Apple iPhone 15 Pro long-term review

GSMArena Team, 19 April 2024.


The design of the iPhone 15 Pro remains special in one specific way: size. In a world where compact smartphones are now on the endangered species list, Apple continues to produce its mainline smartphones in a size almost anyone would find comfortable. Sure, there are always the Plus or Max models if you have dinner plates for hands but the default iPhone or iPhone Pro is always this compact, accessible size.

Apple iPhone 15 Pro long-term review

For anyone who carries their phone in their front pants pocket, the advantages of a compact phone need not be mentioned. It slips into the pocket easily, doesn't stick out too much when you sit, and there's even some room left for your AirPods case. Even if you put a case on, the entire device is still more compact and usable than most other phones in this category without a case.

With the iPhone 15 Pro, Apple pushed the accessibility needle further than its predecessor by switching over to titanium. This resulted in almost 20g of weight loss compared to the 14 Pro, which is pretty significant and noticeable when switching between the two phones.

Since we are on the topic of titanium, let's talk about it a bit further. Titanium is exceptionally strong for its weight but there were some concerns regarding how well the color finish would last on the models that do have color on them. After seven months of use without a case, we can say that the metal and the color of our Blue Titanium variant look as good as they did when it was new. Aside from being prone to attracting smudges, the metal shows no signs of damage nor has the color faded or scraped anywhere.

Of course, this may just be the result of taking care and never dropping the device but that's the bare minimum that is expected from you as the user of a super-premium device.

Apple iPhone 15 Pro long-term review

But while we do appreciate the weight savings of the titanium over the stainless steel and the fact that it comes at no loss to durability, the material just does not feel special in hand. If we were never told that it was titanium we most likely would have assumed it was just aluminum. That's what made the stainless steel body of the previous models so good as there was a jewelry-like quality to them that made them look and feel special. The titanium just feels ordinary in hand and the bland colors with matte brushed finish don't help.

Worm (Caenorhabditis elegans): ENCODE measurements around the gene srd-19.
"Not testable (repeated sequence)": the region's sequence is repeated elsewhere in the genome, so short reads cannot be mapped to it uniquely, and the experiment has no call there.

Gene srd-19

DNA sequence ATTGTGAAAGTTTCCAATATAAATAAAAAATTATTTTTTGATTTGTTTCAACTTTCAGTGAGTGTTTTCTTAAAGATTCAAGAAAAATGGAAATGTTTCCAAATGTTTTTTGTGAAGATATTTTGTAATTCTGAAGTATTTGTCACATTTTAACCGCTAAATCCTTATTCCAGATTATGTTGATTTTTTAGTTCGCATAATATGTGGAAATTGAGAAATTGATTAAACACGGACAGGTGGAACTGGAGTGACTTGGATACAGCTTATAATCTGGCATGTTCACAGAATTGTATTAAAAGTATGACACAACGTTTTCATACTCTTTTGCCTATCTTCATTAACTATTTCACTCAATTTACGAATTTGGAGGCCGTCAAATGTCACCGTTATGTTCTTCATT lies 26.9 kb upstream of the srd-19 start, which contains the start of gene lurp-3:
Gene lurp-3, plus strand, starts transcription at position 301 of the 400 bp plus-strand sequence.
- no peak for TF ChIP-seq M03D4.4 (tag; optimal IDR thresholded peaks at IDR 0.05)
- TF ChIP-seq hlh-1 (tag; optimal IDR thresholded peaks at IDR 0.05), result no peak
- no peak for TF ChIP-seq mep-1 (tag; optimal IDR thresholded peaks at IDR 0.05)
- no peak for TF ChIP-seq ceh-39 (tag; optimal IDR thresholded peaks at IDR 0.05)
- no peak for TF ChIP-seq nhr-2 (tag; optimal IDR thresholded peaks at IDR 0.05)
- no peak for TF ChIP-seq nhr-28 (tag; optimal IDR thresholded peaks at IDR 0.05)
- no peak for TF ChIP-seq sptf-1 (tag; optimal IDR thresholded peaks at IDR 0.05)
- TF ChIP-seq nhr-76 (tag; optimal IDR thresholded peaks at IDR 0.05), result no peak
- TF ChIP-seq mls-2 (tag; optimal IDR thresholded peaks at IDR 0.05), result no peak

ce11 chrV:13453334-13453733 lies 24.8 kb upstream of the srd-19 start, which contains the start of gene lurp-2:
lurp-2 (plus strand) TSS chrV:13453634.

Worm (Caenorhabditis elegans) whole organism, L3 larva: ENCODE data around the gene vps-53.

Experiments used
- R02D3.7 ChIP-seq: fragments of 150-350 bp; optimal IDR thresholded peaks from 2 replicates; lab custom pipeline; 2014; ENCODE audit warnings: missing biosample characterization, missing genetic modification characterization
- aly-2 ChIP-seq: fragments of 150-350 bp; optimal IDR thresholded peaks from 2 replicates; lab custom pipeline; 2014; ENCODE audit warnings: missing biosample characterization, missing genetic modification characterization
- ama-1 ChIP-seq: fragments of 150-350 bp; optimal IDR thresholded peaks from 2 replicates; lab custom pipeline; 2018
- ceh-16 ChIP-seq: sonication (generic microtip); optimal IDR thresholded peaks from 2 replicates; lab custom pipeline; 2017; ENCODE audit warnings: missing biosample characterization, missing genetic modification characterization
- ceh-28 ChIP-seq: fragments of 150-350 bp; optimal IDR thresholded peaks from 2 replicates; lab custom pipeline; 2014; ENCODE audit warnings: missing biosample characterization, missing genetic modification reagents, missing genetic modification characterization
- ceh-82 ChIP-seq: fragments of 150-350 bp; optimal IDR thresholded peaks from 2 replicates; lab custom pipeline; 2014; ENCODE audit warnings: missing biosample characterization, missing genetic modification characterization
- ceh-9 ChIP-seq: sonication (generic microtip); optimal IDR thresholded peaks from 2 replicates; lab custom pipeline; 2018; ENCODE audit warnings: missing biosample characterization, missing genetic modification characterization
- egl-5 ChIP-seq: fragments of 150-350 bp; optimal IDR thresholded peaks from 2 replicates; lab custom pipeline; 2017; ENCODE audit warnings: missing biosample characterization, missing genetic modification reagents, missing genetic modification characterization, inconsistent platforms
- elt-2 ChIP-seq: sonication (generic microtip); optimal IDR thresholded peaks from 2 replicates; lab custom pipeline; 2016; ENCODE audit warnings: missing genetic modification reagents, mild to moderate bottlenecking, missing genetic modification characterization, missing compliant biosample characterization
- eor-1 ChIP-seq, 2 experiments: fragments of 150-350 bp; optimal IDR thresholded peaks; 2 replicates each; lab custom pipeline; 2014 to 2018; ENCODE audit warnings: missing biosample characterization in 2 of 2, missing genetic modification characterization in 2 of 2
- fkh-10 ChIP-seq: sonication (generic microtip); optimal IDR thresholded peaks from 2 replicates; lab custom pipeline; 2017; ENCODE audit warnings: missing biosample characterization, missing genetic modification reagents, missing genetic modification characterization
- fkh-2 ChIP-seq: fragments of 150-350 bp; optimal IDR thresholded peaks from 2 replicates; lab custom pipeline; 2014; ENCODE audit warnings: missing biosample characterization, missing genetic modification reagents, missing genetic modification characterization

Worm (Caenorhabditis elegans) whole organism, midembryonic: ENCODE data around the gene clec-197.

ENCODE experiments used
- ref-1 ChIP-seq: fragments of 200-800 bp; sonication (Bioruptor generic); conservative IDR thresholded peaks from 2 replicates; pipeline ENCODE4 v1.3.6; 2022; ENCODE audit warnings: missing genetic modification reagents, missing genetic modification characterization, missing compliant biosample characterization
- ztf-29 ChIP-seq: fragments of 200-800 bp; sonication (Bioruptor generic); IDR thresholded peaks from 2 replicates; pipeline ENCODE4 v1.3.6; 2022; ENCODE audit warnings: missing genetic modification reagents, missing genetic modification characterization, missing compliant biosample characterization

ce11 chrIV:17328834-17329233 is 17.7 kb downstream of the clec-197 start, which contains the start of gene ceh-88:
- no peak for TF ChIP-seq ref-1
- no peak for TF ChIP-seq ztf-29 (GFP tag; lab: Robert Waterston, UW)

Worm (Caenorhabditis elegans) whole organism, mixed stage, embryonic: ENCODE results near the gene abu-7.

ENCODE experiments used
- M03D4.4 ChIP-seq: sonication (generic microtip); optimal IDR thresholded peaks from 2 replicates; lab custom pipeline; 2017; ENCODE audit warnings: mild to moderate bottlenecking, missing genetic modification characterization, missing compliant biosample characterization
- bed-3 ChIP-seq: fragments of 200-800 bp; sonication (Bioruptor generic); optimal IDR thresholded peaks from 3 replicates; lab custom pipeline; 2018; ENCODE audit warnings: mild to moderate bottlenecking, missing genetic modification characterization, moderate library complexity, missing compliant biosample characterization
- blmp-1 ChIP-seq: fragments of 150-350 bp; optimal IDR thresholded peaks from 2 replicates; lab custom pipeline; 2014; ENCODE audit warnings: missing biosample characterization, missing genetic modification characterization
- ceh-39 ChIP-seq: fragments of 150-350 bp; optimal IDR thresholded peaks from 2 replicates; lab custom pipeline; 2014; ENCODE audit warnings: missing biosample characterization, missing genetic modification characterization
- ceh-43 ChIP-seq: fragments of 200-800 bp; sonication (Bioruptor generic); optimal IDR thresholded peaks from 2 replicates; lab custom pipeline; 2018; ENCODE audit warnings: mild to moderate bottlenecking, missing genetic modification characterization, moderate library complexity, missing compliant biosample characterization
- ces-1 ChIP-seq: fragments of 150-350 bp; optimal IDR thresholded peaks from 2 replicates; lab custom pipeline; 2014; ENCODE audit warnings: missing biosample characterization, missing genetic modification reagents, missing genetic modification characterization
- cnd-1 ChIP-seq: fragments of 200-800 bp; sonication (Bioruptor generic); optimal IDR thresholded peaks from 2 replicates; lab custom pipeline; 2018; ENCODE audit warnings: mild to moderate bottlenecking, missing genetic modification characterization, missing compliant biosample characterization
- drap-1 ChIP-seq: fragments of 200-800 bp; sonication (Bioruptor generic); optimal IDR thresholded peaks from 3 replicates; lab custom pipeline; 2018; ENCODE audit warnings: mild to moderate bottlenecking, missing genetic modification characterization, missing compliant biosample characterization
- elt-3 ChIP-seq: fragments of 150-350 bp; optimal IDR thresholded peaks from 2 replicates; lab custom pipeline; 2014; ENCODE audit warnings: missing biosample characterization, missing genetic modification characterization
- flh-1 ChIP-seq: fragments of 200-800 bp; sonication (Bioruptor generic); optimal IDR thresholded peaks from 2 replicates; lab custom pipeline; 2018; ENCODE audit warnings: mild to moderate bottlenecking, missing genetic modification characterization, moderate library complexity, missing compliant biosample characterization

The camera bump is also not particularly pleasant to look at. While the use of a different texture to the glass surrounding the lenses is a nice touch (even though it's the same as the rest of the back glass panel), the three lenses jut out too much. We also find having to clean all three lenses individually a bit annoying as on most other phones there is a single, easy-to-clean glass covering all the lens elements, and the design is definitely starting to show its age.

What's not showing its age is the flat-sided design. While many other phones recently have adopted this shape, it only really works well on a compact design like the iPhone 15 Pro as you can grip the entire phone properly, and feels impractical on larger devices. Also, the way Apple manages to make the two glass panels seamlessly meld into the metal frame is truly artful. There is no lip or raised edge to feel here as you slide your finger around the corners; one second your finger is gliding over glass, the next metal, and once again glass like it was nothing. It's not easy to achieve this without affecting the structural integrity of the glass but Apple gets it done somehow.

Apple iPhone 15 Pro long-term review

The inclusion of the Action button on the side was something new for this generation. After trying out the various preset options and even messing around with the Shortcuts feature to assign a custom workflow (like launching a new Safari tab, for example), we eventually just settled on using it as a mute switch the old-fashioned way. The old alert slider was a legendary feature for a reason and remains a very handy tool that we wish more phones had. So while the customizable aspect of the Action button is nice, mute still seems like the best fit for this button.

The last exterior feature we want to touch upon is the inclusion of USB-C. It's hard to imagine now after seven months just how much ink was spilled on this one aspect before and immediately after the iPhone 15 Pro was launched.

Apple iPhone 15 Pro long-term review

Looking at it now, it just feels like a normal feature you'd find on a normal phone, which is a good thing because it makes the iPhone 15 Pro feel like a normal phone that blends into your life and workflow instead of being a special princess that demanded its own special accessories that didn't work with anything else. Going on a trip somewhere with your laptop, camera, and phone? Guess what, you can now just charge all of them with the same cable. Want to borrow a stranger's charger because you forgot your own? Well, you can do that now because they probably have a USB-C charger, too.

Why it took this long and the looming threat of a government body intervening to get here is beyond us but we are glad it finally happened. Let's never talk about Lightning again.